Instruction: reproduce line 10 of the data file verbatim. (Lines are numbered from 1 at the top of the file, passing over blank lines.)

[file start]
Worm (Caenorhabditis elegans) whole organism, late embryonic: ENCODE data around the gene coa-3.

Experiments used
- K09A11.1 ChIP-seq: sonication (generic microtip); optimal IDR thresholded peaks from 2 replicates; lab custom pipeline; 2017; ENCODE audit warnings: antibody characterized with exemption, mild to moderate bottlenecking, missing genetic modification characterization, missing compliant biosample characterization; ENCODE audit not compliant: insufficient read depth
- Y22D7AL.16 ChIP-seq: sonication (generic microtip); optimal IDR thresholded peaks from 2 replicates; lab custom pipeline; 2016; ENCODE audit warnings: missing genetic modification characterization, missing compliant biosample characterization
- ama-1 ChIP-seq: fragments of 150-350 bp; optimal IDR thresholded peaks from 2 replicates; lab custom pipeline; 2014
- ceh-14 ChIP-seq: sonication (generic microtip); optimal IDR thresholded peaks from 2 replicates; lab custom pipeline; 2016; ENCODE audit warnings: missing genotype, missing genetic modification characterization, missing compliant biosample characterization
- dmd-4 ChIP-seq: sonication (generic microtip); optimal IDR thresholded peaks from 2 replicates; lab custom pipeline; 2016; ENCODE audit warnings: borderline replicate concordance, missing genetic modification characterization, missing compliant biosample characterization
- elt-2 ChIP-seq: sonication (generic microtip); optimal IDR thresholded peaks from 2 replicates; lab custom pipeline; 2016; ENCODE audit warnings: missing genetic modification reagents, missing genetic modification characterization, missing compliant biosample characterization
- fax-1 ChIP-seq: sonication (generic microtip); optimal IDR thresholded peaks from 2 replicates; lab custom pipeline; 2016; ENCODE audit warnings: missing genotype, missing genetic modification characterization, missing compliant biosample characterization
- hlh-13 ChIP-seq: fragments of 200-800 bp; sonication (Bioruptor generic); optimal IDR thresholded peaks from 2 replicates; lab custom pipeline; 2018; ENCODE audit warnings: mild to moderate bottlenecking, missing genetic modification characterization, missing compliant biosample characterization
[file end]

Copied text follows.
- hlh-13 ChIP-seq: fragments of 200-800 bp; sonication (Bioruptor generic); optimal IDR thresholded peaks from 2 replicates; lab custom pipeline; 2018; ENCODE audit warnings: mild to moderate bottlenecking, missing genetic modification characterization, missing compliant biosample characterization